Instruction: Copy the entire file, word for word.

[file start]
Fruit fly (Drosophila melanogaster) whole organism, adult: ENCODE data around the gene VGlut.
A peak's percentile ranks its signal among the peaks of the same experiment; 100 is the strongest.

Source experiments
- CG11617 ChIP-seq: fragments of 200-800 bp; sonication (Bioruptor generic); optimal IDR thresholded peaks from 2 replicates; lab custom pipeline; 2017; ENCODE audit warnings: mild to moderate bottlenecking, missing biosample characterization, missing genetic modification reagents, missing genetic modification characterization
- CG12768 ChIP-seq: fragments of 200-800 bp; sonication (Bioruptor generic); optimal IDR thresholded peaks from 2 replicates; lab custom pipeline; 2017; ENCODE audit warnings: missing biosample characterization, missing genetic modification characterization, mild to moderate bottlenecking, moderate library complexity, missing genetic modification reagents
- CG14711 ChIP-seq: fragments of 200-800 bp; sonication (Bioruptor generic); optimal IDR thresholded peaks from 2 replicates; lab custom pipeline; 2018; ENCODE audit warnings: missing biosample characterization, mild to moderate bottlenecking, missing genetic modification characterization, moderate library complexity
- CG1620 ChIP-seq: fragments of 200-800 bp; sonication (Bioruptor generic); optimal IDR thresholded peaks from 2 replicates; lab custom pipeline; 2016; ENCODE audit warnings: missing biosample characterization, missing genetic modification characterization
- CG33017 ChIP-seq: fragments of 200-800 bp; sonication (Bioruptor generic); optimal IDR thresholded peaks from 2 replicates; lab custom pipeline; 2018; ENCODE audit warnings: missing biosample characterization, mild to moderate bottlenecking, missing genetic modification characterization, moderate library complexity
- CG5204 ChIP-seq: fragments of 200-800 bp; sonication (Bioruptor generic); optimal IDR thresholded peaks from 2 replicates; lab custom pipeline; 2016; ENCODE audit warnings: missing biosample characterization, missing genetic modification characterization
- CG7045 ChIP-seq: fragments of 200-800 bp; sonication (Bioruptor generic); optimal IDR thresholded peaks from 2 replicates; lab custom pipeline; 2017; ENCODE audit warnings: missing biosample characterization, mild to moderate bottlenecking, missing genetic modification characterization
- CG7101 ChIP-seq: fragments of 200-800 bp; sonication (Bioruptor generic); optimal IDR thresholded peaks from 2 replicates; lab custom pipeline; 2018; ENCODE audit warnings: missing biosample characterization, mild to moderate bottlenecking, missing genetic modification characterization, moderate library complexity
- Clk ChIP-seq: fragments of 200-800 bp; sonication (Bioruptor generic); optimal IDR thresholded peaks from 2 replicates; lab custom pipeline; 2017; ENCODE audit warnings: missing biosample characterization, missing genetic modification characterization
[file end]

Fruit fly (Drosophila melanogaster) whole organism, adult: ENCODE data around the gene VGlut.
A peak's percentile ranks its signal among the peaks of the same experiment; 100 is the strongest.

Source experiments
- CG11617 ChIP-seq: fragments of 200-800 bp; sonication (Bioruptor generic); optimal IDR thresholded peaks from 2 replicates; lab custom pipeline; 2017; ENCODE audit warnings: mild to moderate bottlenecking, missing biosample characterization, missing genetic modification reagents, missing genetic modification characterization
- CG12768 ChIP-seq: fragments of 200-800 bp; sonication (Bioruptor generic); optimal IDR thresholded peaks from 2 replicates; lab custom pipeline; 2017; ENCODE audit warnings: missing biosample characterization, missing genetic modification characterization, mild to moderate bottlenecking, moderate library complexity, missing genetic modification reagents
- CG14711 ChIP-seq: fragments of 200-800 bp; sonication (Bioruptor generic); optimal IDR thresholded peaks from 2 replicates; lab custom pipeline; 2018; ENCODE audit warnings: missing biosample characterization, mild to moderate bottlenecking, missing genetic modification characterization, moderate library complexity
- CG1620 ChIP-seq: fragments of 200-800 bp; sonication (Bioruptor generic); optimal IDR thresholded peaks from 2 replicates; lab custom pipeline; 2016; ENCODE audit warnings: missing biosample characterization, missing genetic modification characterization
- CG33017 ChIP-seq: fragments of 200-800 bp; sonication (Bioruptor generic); optimal IDR thresholded peaks from 2 replicates; lab custom pipeline; 2018; ENCODE audit warnings: missing biosample characterization, mild to moderate bottlenecking, missing genetic modification characterization, moderate library complexity
- CG5204 ChIP-seq: fragments of 200-800 bp; sonication (Bioruptor generic); optimal IDR thresholded peaks from 2 replicates; lab custom pipeline; 2016; ENCODE audit warnings: missing biosample characterization, missing genetic modification characterization
- CG7045 ChIP-seq: fragments of 200-800 bp; sonication (Bioruptor generic); optimal IDR thresholded peaks from 2 replicates; lab custom pipeline; 2017; ENCODE audit warnings: missing biosample characterization, mild to moderate bottlenecking, missing genetic modification characterization
- CG7101 ChIP-seq: fragments of 200-800 bp; sonication (Bioruptor generic); optimal IDR thresholded peaks from 2 replicates; lab custom pipeline; 2018; ENCODE audit warnings: missing biosample characterization, mild to moderate bottlenecking, missing genetic modification characterization, moderate library complexity
- Clk ChIP-seq: fragments of 200-800 bp; sonication (Bioruptor generic); optimal IDR thresholded peaks from 2 replicates; lab custom pipeline; 2017; ENCODE audit warnings: missing biosample characterization, missing genetic modification characterization